Moral reasoning is also explored. The Ten Commandments tell us not to lie. Discourse with the students is promoted and theories of ethics are discussed. Jacobson says that it is important to help the student to gain insight into the doctor/patient relationship. It is important to learn social history, cultural experiences to understand how people react. For example, when mistakes are made disclosure is essential. Feelings of inadequacy are present when mistakes are made, and one must "read between the lines. Hope is life extension while death is considered a failure." Our society is diverse and we must be able to understand and empathize with different cultures. Social workers may also be brought in to explain diversity and how to deal with the immigrant population, for instance.

Jacobson spoke of the use of literature, poetry and film to assist students in understanding their patients and their needs. He mentioned one film, "A Beautiful Mind," that gives us a great example of schizophrenia and its treatment. Books such as "On Doctoring," by Richard Reynolds and "How Doctors Think," by Jerry Groutman are also suggested.

Internal medicine residents, nurses and other hospital personnel are also encouraged to participate in these discussions. Colleagues in the rest of the medical community and hospital personnel are also invited to the ethics lectures at the University of Utah.

Other discussions relating to medical ethics are related to events that are timely, such as a family’s right to refuse medical treatment. An advance directive in a patient’s will, and right to privacy laws are also included in the discussions that are held amongst the students and the community at large.

Assisted suicide is another issue discussed. It is legalized in the Netherlands. Oregon is the only state in the United States where suicide is permitted, however it requires a sustained wish for over two weeks. Following the two weeks, a physician is allowed to prescribe oral medications that will assist in the termination of life. The "wish" is also reviewed by other physicians who review the medical records. It is interesting that minorities are under-represented. Psychiatric, suicidal and depressed individuals are often those who might choose to end their lives. Those with chronic and painful diseases may also choose to end their lives. A patient must make his or her own decision. Even so, the practice in Oregon is not that prevalent with only a fraction of the state’s patient population choosing assisted suicide. In the Netherlands the large percentage of those who engage in the practice are the elderly and mentally demented if the families choose. This is not the case in Oregon.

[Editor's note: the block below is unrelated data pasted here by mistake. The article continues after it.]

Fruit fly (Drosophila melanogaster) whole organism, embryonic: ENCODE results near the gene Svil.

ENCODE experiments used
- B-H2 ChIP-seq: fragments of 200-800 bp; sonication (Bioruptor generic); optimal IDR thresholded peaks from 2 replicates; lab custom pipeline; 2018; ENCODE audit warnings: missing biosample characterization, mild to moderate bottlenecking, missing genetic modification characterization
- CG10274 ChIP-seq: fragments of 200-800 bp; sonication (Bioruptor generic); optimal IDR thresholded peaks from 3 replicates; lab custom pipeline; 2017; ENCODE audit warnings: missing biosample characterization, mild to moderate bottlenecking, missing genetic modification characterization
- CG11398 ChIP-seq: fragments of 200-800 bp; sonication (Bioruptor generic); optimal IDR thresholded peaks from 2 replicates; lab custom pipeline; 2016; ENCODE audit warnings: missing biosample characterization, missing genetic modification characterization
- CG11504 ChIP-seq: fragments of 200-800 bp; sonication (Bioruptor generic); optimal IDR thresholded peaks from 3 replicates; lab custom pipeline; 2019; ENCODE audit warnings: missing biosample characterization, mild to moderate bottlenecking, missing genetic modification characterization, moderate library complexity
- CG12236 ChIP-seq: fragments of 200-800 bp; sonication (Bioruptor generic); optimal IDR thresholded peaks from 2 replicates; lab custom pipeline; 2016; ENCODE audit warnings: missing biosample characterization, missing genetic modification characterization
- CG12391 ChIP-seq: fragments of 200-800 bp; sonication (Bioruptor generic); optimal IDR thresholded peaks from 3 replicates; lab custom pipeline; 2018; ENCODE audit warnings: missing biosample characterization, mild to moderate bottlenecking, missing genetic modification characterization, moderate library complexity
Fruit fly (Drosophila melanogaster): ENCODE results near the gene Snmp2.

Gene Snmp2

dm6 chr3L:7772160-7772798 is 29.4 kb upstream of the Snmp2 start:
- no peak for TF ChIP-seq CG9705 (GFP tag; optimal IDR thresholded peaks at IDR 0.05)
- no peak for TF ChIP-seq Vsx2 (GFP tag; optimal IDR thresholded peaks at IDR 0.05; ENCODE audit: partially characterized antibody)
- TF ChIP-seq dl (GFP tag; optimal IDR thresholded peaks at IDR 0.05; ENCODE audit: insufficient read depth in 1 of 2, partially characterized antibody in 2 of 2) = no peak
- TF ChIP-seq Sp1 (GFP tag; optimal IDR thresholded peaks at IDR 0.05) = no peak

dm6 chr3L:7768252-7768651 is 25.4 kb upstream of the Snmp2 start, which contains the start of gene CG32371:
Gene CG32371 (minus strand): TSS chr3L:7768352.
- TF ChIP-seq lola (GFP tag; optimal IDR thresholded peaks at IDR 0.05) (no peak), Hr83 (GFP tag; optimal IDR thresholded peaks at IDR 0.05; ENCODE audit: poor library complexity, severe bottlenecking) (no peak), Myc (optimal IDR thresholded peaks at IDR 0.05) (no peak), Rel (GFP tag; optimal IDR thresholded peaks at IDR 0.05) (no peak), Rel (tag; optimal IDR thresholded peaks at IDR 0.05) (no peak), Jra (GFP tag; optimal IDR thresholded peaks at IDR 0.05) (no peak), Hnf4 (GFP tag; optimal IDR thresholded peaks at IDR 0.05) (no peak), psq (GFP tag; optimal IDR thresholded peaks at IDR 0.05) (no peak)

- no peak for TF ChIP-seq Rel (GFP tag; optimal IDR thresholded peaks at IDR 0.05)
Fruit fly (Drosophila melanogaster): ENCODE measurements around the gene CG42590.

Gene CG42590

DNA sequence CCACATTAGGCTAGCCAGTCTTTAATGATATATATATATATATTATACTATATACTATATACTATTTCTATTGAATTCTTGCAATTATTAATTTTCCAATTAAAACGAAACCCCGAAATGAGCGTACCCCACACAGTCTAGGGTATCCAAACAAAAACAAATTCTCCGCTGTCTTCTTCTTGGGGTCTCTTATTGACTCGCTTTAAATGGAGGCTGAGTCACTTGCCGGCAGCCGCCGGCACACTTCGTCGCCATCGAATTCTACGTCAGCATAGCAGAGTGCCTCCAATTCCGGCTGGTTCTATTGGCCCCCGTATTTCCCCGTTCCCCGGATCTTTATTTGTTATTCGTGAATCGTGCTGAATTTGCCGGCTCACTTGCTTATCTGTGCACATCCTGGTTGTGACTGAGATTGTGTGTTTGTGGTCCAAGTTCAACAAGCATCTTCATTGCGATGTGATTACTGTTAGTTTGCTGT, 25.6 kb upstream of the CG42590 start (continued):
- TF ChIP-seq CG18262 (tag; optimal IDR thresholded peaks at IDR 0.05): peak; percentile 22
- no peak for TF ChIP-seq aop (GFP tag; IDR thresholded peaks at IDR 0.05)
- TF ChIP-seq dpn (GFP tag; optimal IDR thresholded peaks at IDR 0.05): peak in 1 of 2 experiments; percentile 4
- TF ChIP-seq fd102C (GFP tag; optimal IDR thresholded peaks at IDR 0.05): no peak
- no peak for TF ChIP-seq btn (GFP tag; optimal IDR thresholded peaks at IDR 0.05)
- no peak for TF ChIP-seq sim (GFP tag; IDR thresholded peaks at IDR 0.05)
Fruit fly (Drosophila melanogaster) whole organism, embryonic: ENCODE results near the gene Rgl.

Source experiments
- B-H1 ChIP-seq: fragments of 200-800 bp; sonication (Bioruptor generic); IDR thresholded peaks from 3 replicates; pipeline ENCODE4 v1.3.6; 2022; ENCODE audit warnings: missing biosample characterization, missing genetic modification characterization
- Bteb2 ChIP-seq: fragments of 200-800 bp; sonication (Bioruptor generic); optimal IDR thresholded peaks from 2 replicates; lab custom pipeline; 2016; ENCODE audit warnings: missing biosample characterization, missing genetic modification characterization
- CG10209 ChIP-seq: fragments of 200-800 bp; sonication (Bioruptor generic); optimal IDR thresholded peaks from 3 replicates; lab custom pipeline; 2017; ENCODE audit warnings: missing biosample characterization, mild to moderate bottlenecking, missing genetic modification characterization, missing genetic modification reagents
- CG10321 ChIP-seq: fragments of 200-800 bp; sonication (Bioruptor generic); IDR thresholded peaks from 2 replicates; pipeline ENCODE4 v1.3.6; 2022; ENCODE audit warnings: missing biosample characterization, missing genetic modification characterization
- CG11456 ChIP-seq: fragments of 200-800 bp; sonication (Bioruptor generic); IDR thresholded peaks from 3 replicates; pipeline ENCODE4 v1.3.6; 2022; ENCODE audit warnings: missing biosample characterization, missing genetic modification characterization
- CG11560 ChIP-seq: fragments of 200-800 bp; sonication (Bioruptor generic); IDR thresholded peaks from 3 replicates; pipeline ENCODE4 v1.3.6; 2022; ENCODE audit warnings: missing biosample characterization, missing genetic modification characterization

Jacobson explains a recent Roberts Wood Johnson Grant for research specifically for the ethical approach to end-of-life care. Living wills are being studied to provide a humane end to a terminally and persistent vegetative state. No heroic measures are allowed and only medications for pain are included in the advanced directives being studied.

It is of interest to note that when the emergency medical technicians and their ambulances are called, a will is irrelevant. Their charter requires medical attention. Sometimes it might be better to let the patient die peacefully at home if the condition is known to be terminal.

On the other hand, "Durable Power of Attorney" says what, who, and when a patient does not need to be treated if in the last stages of life. The family member who is delegated to have the power makes the decision.

A recently enacted Utah law is deemed to be better than a living will. This law allows each individual to instruct his loved ones on his or her wishes at the end of life. This discussion is between spouses, or close relative. There are no conditions, and you or a loved one can express his or her desires on a specified form. Then the family will be able to proceed based on the deceased wishes. It appears that the more you talk about the issues, the better it will be for the family left behind. They will not have to feel guilty because they might go against other family members,’ or those of the diseased.

This discussion on medical ethics affects all of us at one time in our lives or another. It makes for safer patient care because we can be assured that the issue of ethical care is being addressed. Most important, it helps all of us when we meet with serious medical conditions. It will enlighten us to make the right choices by making us feel that we have done all that was possible.